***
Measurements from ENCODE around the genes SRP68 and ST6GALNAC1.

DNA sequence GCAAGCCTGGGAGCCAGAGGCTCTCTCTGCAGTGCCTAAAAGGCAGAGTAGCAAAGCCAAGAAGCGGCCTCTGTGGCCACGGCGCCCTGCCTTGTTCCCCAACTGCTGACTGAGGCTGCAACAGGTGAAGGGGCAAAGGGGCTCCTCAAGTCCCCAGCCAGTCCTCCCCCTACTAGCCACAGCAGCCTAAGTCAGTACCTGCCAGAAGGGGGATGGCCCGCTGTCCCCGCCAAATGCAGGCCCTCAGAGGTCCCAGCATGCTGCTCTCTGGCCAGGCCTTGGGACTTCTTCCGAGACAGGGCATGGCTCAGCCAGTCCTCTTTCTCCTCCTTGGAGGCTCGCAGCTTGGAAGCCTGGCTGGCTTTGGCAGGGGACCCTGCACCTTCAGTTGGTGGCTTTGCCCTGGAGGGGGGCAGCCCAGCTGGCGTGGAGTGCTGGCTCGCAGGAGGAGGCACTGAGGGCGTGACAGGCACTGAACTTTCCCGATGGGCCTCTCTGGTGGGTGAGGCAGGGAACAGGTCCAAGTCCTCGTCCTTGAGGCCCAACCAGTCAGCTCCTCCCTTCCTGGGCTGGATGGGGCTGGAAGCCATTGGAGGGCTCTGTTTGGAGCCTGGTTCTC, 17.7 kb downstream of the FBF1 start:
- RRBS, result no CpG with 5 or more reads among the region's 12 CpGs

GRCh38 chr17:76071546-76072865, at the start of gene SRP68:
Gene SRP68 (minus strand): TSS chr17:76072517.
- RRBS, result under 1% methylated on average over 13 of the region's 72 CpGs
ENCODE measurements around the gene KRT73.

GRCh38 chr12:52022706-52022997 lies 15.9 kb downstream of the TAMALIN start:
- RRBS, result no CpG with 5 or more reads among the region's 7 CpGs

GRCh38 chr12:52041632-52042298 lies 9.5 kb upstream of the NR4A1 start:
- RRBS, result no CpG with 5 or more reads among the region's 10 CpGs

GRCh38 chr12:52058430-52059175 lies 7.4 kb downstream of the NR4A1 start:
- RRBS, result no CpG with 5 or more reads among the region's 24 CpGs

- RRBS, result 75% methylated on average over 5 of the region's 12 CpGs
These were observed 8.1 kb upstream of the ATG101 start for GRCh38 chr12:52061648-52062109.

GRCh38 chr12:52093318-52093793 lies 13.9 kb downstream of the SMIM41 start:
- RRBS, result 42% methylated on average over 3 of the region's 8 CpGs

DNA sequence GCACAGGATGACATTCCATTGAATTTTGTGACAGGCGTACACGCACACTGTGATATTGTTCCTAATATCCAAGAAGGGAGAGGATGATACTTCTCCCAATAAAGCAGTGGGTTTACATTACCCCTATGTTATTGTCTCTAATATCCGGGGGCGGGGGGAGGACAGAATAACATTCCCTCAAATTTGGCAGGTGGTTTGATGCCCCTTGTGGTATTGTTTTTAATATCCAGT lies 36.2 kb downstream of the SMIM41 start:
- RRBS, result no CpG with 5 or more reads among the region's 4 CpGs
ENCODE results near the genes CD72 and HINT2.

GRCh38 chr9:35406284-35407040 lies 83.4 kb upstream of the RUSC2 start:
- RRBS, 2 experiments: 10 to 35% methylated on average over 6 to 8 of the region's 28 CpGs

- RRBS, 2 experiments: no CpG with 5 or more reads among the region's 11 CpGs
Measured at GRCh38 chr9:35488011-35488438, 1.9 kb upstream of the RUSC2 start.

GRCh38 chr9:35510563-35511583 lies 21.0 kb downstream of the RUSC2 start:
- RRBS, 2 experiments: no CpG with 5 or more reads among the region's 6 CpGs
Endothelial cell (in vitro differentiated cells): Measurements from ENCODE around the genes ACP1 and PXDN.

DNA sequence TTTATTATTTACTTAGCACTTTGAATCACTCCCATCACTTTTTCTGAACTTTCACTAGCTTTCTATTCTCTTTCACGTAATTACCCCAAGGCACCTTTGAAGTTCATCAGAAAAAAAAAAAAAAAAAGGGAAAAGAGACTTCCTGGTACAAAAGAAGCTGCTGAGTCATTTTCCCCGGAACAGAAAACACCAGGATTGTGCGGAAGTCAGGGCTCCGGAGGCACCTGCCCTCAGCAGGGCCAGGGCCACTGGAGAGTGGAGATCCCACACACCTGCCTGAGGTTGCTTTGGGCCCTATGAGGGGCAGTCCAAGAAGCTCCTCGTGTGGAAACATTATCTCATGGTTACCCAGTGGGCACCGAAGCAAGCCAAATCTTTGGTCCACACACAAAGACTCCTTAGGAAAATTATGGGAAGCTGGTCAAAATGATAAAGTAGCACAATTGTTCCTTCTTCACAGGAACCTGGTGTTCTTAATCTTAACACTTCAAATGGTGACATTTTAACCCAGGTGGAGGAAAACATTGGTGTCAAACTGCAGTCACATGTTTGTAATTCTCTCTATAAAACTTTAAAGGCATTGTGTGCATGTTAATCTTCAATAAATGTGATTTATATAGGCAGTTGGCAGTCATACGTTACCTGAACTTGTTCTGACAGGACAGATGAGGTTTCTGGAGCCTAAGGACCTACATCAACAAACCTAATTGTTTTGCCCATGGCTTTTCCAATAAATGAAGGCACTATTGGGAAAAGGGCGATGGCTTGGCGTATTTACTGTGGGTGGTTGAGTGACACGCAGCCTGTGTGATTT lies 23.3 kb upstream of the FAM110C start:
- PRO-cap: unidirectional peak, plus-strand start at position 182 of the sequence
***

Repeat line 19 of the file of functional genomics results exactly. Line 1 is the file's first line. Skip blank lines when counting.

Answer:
- RRBS, result no CpG with 5 or more reads among the region's 4 CpGs